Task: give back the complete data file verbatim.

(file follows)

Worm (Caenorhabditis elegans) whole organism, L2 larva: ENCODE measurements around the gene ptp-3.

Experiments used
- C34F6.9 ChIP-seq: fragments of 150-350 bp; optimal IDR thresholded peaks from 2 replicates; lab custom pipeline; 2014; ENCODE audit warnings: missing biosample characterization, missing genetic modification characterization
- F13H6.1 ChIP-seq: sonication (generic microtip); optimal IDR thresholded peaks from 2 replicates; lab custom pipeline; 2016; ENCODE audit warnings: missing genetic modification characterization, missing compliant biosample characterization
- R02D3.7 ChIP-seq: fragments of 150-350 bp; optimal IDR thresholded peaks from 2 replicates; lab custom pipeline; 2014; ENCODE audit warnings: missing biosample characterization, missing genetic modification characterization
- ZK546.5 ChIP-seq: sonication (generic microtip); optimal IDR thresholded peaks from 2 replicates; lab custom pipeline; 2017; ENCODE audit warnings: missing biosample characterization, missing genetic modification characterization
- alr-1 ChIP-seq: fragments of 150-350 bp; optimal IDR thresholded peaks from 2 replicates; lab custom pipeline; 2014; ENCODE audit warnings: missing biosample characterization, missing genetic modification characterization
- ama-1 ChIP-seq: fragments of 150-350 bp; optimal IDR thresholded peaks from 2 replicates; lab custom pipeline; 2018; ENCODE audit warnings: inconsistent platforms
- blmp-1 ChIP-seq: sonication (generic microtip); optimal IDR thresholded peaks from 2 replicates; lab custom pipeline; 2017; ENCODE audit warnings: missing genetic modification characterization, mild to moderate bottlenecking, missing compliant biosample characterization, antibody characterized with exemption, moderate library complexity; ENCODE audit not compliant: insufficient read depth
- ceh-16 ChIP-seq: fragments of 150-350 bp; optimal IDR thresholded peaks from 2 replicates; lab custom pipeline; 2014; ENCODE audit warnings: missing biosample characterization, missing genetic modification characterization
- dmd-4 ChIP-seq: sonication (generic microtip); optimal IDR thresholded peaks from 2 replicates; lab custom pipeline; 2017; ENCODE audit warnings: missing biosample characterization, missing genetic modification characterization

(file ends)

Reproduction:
Worm (Caenorhabditis elegans) whole organism, L2 larva: ENCODE measurements around the gene ptp-3.

Experiments used
- C34F6.9 ChIP-seq: fragments of 150-350 bp; optimal IDR thresholded peaks from 2 replicates; lab custom pipeline; 2014; ENCODE audit warnings: missing biosample characterization, missing genetic modification characterization
- F13H6.1 ChIP-seq: sonication (generic microtip); optimal IDR thresholded peaks from 2 replicates; lab custom pipeline; 2016; ENCODE audit warnings: missing genetic modification characterization, missing compliant biosample characterization
- R02D3.7 ChIP-seq: fragments of 150-350 bp; optimal IDR thresholded peaks from 2 replicates; lab custom pipeline; 2014; ENCODE audit warnings: missing biosample characterization, missing genetic modification characterization
- ZK546.5 ChIP-seq: sonication (generic microtip); optimal IDR thresholded peaks from 2 replicates; lab custom pipeline; 2017; ENCODE audit warnings: missing biosample characterization, missing genetic modification characterization
- alr-1 ChIP-seq: fragments of 150-350 bp; optimal IDR thresholded peaks from 2 replicates; lab custom pipeline; 2014; ENCODE audit warnings: missing biosample characterization, missing genetic modification characterization
- ama-1 ChIP-seq: fragments of 150-350 bp; optimal IDR thresholded peaks from 2 replicates; lab custom pipeline; 2018; ENCODE audit warnings: inconsistent platforms
- blmp-1 ChIP-seq: sonication (generic microtip); optimal IDR thresholded peaks from 2 replicates; lab custom pipeline; 2017; ENCODE audit warnings: missing genetic modification characterization, mild to moderate bottlenecking, missing compliant biosample characterization, antibody characterized with exemption, moderate library complexity; ENCODE audit not compliant: insufficient read depth
- ceh-16 ChIP-seq: fragments of 150-350 bp; optimal IDR thresholded peaks from 2 replicates; lab custom pipeline; 2014; ENCODE audit warnings: missing biosample characterization, missing genetic modification characterization
- dmd-4 ChIP-seq: sonication (generic microtip); optimal IDR thresholded peaks from 2 replicates; lab custom pipeline; 2017; ENCODE audit warnings: missing biosample characterization, missing genetic modification characterization